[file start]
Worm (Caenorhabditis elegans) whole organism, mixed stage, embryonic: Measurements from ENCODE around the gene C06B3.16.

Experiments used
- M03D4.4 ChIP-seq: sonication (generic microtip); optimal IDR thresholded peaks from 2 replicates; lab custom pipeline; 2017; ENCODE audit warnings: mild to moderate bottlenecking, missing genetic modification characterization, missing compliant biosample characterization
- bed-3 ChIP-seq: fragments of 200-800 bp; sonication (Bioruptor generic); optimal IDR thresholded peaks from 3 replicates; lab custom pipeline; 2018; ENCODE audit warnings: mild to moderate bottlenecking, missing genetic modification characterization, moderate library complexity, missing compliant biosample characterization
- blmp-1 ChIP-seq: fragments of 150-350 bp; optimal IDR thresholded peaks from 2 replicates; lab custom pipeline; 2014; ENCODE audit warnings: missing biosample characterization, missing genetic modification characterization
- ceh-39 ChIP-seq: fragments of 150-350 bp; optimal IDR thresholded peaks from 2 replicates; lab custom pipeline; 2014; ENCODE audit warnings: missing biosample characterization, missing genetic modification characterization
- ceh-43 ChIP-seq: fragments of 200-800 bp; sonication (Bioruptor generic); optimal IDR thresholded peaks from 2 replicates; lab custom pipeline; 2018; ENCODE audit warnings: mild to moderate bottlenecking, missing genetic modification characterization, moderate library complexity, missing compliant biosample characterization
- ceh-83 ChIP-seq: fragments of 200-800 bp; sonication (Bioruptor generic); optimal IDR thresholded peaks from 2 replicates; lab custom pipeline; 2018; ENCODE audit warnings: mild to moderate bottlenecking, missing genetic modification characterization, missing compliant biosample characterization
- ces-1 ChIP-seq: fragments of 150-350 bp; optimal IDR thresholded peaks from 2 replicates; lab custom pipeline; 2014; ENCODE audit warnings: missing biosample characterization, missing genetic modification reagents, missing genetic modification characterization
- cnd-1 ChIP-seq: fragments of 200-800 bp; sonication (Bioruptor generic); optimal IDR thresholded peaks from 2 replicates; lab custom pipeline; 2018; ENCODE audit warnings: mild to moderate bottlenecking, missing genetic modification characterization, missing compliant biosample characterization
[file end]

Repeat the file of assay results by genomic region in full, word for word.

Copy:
Worm (Caenorhabditis elegans) whole organism, mixed stage, embryonic: Measurements from ENCODE around the gene C06B3.16.

Experiments used
- M03D4.4 ChIP-seq: sonication (generic microtip); optimal IDR thresholded peaks from 2 replicates; lab custom pipeline; 2017; ENCODE audit warnings: mild to moderate bottlenecking, missing genetic modification characterization, missing compliant biosample characterization
- bed-3 ChIP-seq: fragments of 200-800 bp; sonication (Bioruptor generic); optimal IDR thresholded peaks from 3 replicates; lab custom pipeline; 2018; ENCODE audit warnings: mild to moderate bottlenecking, missing genetic modification characterization, moderate library complexity, missing compliant biosample characterization
- blmp-1 ChIP-seq: fragments of 150-350 bp; optimal IDR thresholded peaks from 2 replicates; lab custom pipeline; 2014; ENCODE audit warnings: missing biosample characterization, missing genetic modification characterization
- ceh-39 ChIP-seq: fragments of 150-350 bp; optimal IDR thresholded peaks from 2 replicates; lab custom pipeline; 2014; ENCODE audit warnings: missing biosample characterization, missing genetic modification characterization
- ceh-43 ChIP-seq: fragments of 200-800 bp; sonication (Bioruptor generic); optimal IDR thresholded peaks from 2 replicates; lab custom pipeline; 2018; ENCODE audit warnings: mild to moderate bottlenecking, missing genetic modification characterization, moderate library complexity, missing compliant biosample characterization
- ceh-83 ChIP-seq: fragments of 200-800 bp; sonication (Bioruptor generic); optimal IDR thresholded peaks from 2 replicates; lab custom pipeline; 2018; ENCODE audit warnings: mild to moderate bottlenecking, missing genetic modification characterization, missing compliant biosample characterization
- ces-1 ChIP-seq: fragments of 150-350 bp; optimal IDR thresholded peaks from 2 replicates; lab custom pipeline; 2014; ENCODE audit warnings: missing biosample characterization, missing genetic modification reagents, missing genetic modification characterization
- cnd-1 ChIP-seq: fragments of 200-800 bp; sonication (Bioruptor generic); optimal IDR thresholded peaks from 2 replicates; lab custom pipeline; 2018; ENCODE audit warnings: mild to moderate bottlenecking, missing genetic modification characterization, missing compliant biosample characterization